Sunday, February 27, 2011
The very first movie to win an Academy Award for Best Picture was a war film. It was 1927, the first year that the Oscars were held, and the winner was “Wings.” The most recent Best Picture winner was also a war film, “The Hurt Locker.” The shared genre is just about all that these two movies, 82 years apart, have in common. “Wings” was a silent movie shot in black and white and directed by a man, while “The Hurt Locker” was very much a “talkie” shot in full color and directed by a woman, Kathryn Bigelow. In fact, “The Hurt Locker” was the first film directed by a woman to win an Oscar for Best Picture.
This year, the Oscar for Best Picture will most certainly not be awarded to a war film. None of the current nominees fall into that category. At the 83rd Annual Academy Awards Ceremony in Hollywood tonight, the Oscar will most likely go to one of two “biopic” films, that is, biographical pictures. It seems that the ultimate winner could be a film about King George VI’s speech impediment, “The King’s Speech.” Or, the Best Picture Oscar could go to a film about Facebook’s beginnings, “The Social Network.”
Either way, the 2010 winner will no doubt add to the long list of Best Picture winner “firsts” - a list that began with that first Best Picture in 1927. That list started growing in 1929 when “The Broadway Melody” became the first sound film to win an Oscar for Best Picture, while the first "talkie" war film to win was “All Quiet on the Western Front,” a film that was banned in Germany after the Nazis released rats into theatres to scare off patrons.
The first and only film to date to win an Oscar for Best Picture without a single nomination in any other category was “Grand Hotel” in 1932. In 1934, “It Happened One Night” was the first film to win Best Picture as well as Best Actress and Best Actor. In 1939, “Gone With the Wind” became the first film to win 8 Academy Awards, including Best Picture. “Gone With the Wind”was also the first Best Picture winner to be filmed entirely in color, in addition to being the first in this category that was also a Pulitzer prize-winning novel.
Alfred Hitchcock’s 1940-era “Rebecca” was the first and only film made by the legendary director to win a Best Picture Oscar. The first non-American director to win Best Picture was Laurence Olivier, whose production of "Hamlet" in 1948 was the first British film to win a Best Picture Academy Award. This year’s odds-on favorite, “The King’s Speech,” is also a British production - as is the film's director.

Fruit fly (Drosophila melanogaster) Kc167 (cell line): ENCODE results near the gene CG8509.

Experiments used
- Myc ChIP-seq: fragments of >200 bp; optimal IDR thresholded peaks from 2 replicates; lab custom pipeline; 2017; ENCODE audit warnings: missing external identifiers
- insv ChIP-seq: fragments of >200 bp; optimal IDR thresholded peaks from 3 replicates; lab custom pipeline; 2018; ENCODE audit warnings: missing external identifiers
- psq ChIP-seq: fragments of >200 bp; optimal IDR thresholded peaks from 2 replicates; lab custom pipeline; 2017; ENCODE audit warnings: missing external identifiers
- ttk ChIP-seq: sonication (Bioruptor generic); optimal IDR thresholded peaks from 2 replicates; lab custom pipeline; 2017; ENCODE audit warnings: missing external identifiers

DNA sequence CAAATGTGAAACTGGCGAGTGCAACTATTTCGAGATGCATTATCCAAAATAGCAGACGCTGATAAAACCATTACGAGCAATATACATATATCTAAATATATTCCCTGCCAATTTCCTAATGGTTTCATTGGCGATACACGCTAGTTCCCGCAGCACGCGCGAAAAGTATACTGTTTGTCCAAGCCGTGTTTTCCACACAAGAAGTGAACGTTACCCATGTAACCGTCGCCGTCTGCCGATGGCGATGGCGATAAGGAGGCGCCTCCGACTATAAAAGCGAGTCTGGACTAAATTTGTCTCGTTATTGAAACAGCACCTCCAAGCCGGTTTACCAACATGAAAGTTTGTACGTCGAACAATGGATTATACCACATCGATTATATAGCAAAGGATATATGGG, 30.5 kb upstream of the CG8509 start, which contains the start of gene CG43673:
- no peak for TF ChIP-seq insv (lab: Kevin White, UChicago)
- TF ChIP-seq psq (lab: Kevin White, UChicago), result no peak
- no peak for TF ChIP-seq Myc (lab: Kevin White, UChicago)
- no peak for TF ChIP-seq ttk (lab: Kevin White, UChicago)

In 1950, “All About Eve” was the first (and only) film to receive the Academy Award for Best Picture together with four female acting nominations. The shortest film to win? “Marty” in 1955, while 1958’s “Gigi” was the Best Picture winner with the shortest title - this film also had the distinction of being the first to win 9 Academy Awards (out of 9 nominations) a record shattered in 1959 when “Ben-Hur” became the first Best Picture film to earn 11 Academy Awards.
The sixties were full of Best Picture firsts. In 1961, “West Side Story” won the most Academy Awards for a musical and in 1965 “The Sound of Music” toppled “Gone With the Wind” as the most commercially successful film to date, while in 1967 “In the Heat of the Night” became the first and only mystery film to win Best Picture. Then, in 1968, “Oliver!” became the first and only G-rated film to win in this category. In stark contrast the following year, “Midnight Cowboy” became the first and only X-rated film to win an Oscar for Best Picture.
It was in 1973 that Julia Phillips became the first female producer to win a Best Picture Oscar with "The Sting". In 1974, “The Godfather, Part 2” won the first Best Picture Academy Award for a sequel, and “Rocky” was the first sports film to win, in 1976.
Robert Redford won Best Picture directing his first film, “Ordinary People” in 1980. Then, in 1981, “Gandhi” won 8 Academy Awards, including Best Picture – at the time, the first British film to earn this distinction. In 1987, “The Last Emperor” would be the first PG-13 rated film to win and in 1989 “Driving Miss Daisy” was to be the last (to date) Best Picture winner with a PG or lower rating.
The nineties started with a double first for 1991’s Best Picture winner “Silence of the Lambs” – the first and only true horror story winner and the first to have been commercially available on videotape (remember that?) beforehand. In 1994, “Forrest Gump,” with 13 nominations, earned $300 million at the box office – still the most commercially successful Best Picture winner. In 1997, James Cameron’s “Titanic” became the first winner to be written, produced, directed and edited by the same person. At the time, it was also the most expensive Best Picture to make and the first winner to gross over $1 billion worldwide.
In the new millennium, filmmakers went back in time with “Gladiator,” the first film to win an Oscar for Best Picture in 2000, then dove into fantasy with “The Lord of the Rings: The Return of the King” in 2003, the first and only fantasy film to win. Incidentally, this film was the Best Picture winner with the longest title and the only “threequel” whose third installment won the Oscar. In 2005, “Crash” was the first film festival acquistion to win Best Picture. The following year, “The Departed” became the first and only remake of a foreign film to win the prize. With “No Country For Old Men” in 2007, the Coen brothers (directors) became the only sibling team to win in this category.
Tonight we shall see the golden statue go to the first Best Picture in this new decade. If “The King’s Speech” wins, it will become the most successful independent British film of all time. If “The Social Network” wins, it will be the first movie about the internet to win.